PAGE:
Gulli ambled over, shrugged out of her parka, and hung it over the back of one of the chairs at the empty table. “Vissla, Styrbjorn, Poser.” She nodded to each one in turn, and then she sat down.
“Coffee?” said Ralphur and scowled at her.
“How’s it going out there?” said Styrbjorn.
“Coffee.” Gulli nodded and turned to Styrbjorn. “Done. Had some trouble finding a third brazier, but we got one in the end.”
Ralphur got up and started tinkering with the machine.
“Trouble?” Vissla raised an eyebrow.
“Aye, indeed.” Gulli took a deep breath. “Well, not so bad really. Old man Rafne didn’t want to remember he had one since his wife got taken by the sea this spring.” She paused for a moment and grimaced. “Took some prodding. Eventually Dagur had to straight out ask him about it.”
Vissla and Styrbjorn both nodded. Neither of them said anything. Always a bad business that.
“There, coffee.” Ralphur set down a cup in front of Guill.
Steaming hot. Black as the kraken’s eye.
She looked at it for a moment. Too hot still. It would have to wait a little.
Gulli leaned back in her chair, clasped her hands in her lap, and pulled on a casual smile. “How’s the girl?”
“Bad.” Vissla grimaced. “Then again. That’s to be expected.”
Styrbjorn nodded. “We’ll see how she gets on after the memorial ceremony tomorrow. Give her a few days.”
Silence fell over the table. One by one they all nodded. Time. The girl had lost everything. She’d need some time to get back on her feet again.
Gulli sipped her coffee. Warm and strong and bitter. Just the way she liked it, and without burning her tongue off.
“Let’s just hope the weather calms down until tomorrow,” she said and set down the cup on the table. “It wouldn’t do to have the flames go out.”
“No.” Vissla shuddered. She wrapped her arms around her and hunched up her shoulders.
“No, indeed,” muttered Styrbjorn. He sipped his coffee and looked at his wife. “You’ve got a feel for the weather tomorrow?”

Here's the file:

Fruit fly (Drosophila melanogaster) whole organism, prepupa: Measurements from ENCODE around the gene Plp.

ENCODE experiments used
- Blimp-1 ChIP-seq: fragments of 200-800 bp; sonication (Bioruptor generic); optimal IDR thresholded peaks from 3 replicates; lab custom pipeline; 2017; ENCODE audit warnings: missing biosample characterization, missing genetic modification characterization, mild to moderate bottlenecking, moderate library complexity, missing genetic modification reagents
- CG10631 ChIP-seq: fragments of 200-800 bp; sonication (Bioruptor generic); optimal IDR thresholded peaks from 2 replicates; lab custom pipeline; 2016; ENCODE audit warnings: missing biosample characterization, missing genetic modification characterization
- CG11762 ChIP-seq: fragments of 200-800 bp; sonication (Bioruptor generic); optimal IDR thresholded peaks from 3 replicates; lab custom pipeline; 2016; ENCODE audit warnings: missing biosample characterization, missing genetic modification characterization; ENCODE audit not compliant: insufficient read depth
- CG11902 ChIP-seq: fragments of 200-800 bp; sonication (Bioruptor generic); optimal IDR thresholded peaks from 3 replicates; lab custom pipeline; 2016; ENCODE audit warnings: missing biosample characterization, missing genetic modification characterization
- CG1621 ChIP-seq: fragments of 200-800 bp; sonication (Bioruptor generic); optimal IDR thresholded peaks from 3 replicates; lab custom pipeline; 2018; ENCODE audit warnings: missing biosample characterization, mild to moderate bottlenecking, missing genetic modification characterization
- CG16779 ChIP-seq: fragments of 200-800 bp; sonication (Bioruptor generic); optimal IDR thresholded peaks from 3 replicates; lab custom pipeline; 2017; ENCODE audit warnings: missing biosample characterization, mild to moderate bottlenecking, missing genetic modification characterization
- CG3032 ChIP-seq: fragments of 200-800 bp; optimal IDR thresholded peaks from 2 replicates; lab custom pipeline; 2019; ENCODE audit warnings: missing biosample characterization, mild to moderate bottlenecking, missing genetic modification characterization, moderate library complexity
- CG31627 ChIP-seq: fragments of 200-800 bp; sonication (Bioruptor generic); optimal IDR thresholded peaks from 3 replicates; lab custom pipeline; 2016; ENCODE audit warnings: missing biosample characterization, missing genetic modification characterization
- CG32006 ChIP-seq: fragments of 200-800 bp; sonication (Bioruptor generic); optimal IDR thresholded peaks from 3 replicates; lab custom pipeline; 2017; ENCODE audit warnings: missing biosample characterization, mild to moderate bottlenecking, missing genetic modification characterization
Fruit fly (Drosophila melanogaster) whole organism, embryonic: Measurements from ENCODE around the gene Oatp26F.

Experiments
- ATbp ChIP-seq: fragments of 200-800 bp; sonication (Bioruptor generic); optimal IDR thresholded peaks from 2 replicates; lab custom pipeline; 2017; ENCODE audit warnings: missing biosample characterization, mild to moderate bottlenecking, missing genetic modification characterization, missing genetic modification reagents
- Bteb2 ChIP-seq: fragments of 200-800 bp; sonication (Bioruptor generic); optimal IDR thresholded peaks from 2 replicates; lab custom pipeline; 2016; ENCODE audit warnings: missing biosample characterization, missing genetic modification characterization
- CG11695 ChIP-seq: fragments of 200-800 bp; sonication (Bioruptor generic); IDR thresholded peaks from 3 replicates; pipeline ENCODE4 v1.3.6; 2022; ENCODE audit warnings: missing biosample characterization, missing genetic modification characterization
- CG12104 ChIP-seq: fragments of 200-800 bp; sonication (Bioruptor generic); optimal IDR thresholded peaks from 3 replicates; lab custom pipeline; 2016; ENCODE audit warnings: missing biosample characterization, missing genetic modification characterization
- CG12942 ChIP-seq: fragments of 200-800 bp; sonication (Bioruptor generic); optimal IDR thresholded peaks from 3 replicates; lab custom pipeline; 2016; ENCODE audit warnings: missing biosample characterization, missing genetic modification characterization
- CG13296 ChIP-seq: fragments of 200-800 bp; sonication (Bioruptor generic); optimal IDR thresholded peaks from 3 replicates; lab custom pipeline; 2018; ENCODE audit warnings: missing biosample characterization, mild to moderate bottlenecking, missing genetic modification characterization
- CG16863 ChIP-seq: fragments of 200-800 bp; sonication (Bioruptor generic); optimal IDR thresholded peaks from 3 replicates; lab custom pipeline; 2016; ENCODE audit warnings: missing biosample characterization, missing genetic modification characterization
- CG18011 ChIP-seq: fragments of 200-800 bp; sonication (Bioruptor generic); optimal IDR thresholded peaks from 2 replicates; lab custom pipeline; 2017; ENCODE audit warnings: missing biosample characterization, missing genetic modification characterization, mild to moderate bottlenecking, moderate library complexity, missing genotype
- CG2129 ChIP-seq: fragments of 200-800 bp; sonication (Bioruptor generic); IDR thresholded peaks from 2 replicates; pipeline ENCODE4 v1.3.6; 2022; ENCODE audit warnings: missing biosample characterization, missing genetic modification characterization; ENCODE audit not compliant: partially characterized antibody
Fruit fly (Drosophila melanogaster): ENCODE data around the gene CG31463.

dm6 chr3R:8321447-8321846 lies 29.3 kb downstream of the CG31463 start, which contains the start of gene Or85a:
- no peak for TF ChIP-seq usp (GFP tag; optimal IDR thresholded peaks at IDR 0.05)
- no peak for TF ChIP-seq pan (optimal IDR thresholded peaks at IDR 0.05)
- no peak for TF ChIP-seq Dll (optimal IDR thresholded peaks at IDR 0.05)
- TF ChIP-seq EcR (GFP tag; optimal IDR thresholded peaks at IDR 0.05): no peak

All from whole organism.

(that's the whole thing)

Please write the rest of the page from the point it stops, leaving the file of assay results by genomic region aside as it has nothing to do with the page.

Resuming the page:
“I could go for a walk. But I’m not in the mood.” Vissla twisted around in her chair and spat into the fireplace. “Sat looking after the girl all night to make sure she was okay. It’s not like it matters anyway. We can’t move the ceremony.”
“Right, right…” Styrbjorn squirmed in his chair. “It’s just, it’d be nice to know, you know.”
Ralphur shifted in his seat. “What about the radio at the station house? Is it working?”
“Wasn’t working last I heard,” said Gulli. “Sindri’s going to look at it to try and fix it, but for now it’s dead.” She paused for a moment.
Maybe that had been a bit insensitive. Probably, but so what? People died. You just had to deal with it and move on. Such was life. Her husband had been dead for years but she was still here.
“Maybe we could call Fannar?” Ralphur asked. “The telephone still works, right?”
Vissla snorted. “Might as well call and aks them to listen to the radio for us. We don’t need a shaman for that.”
“Yeah.” Gulli nodded. “It’s not like he could do anything about it so shaman he is. The wind blows as the wind wills.”
“He might want to come for the ceremony though?” said Styrbjorn.
“So what?” Vissla glared at him. “It’s not like he’ll grasp what’s going on anyway. He’s not half the shaman Haraldur was. I can tell the weather at least as well as he can, and the spirits never speak to me.” She snatched up her coffee and drained the cup. “I’m done. Let’s go.”
Styrbjorn rolled his eyes at her, and then he chuckled. Together, the two of them got to their feet, donned their clothes, and made their farewells. Bickering with each other about something or other they made for the door and a moment later they were gone.
Gulli and Ralphur sat silent for a while. Gulli sipped her coffee. Ralphur gazed at the flames in the fireplace. Outside, the snow fell, turning the afternoon twilight into early evening.
“I’ll go to the station,” said Gulli after a while. “They’ve probably already called for Fannar, but it won’t hurt to make sure.”
Ralphur nodded. “Do that.”